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Plan and prepare
It is vital that there is a procedure in place that states exactly what needs to happen in the event of a fire- just like the one in place for Notre-Dame. This will not only help people to be saved but for irreplaceable items to be retrieved.
To plan for the event of a fire, you will need to have up to date building plans. These can help to locate key artefacts, fire exits, evacuation routes and fire safety equipment. All of this information will show how best to respond.
The Technical Director from the Fire Protection Association has also pointed out the importance of planning and preparing, saying:
Avoiding a fire is the obvious best scenario. A fire risk assessment is a good place to start as this will identify the areas of concern. Once these have been identified, you can take steps to reduce the risk. For example, in a church, a big risk area could be curtains and drapes hanging over walls. To minimise the risk of these, you would ensure they are not placed near any ignition sources such as a lamp or candle and move them away from any fire exits or evacuation routes.
Fire safety equipment is key when it comes to tackling a fire. This can include: fire extinguishers, sprinkler system, fire curtains, alarm systems, and anything else that will prevent the spread of fire.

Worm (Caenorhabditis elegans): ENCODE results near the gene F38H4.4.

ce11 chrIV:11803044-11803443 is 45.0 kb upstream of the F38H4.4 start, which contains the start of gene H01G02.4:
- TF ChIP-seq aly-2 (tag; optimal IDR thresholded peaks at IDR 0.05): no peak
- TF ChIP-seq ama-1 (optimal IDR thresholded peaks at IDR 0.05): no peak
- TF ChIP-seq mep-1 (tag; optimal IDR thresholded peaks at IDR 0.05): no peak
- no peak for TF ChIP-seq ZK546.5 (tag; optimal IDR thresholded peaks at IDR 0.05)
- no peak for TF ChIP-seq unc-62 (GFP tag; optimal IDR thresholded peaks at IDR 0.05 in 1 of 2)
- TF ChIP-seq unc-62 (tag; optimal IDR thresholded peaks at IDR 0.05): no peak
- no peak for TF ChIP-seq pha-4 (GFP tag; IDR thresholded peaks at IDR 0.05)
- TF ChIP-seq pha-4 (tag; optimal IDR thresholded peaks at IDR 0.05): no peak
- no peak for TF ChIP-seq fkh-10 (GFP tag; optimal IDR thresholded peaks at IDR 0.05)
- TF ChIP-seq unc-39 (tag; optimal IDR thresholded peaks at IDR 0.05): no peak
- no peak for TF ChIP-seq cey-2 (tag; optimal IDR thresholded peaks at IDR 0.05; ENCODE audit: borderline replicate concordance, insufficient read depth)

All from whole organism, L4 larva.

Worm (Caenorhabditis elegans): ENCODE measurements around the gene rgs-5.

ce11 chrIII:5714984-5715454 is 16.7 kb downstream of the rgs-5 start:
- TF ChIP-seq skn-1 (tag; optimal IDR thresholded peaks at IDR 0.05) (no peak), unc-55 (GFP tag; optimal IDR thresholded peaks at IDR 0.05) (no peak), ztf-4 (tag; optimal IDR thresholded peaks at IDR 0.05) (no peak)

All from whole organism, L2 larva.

Installing fire safety products can be controversial as they can affect the aesthetics of historic and listed buildings, however, there are options that will create minimal disruption to the structure and visuals, whilst still offering protection.
After the assessments, plans and modifications have been carried out, they will need to be routinely reviewed. If anything changes, there may be new risks, for example, if there is construction work on site. Or, you may carry out a fire drill which uncovers faults in the original plan. By carrying out regular checks, you will avoid any shortcomings in your plan.
Historic and listed buildings are extremely meaningful and important to heritage as they hold so many memories and have survived through events that shape a country. Just like how the Notre-Dame has been standing tall for 800 years, even surviving through two world wars.
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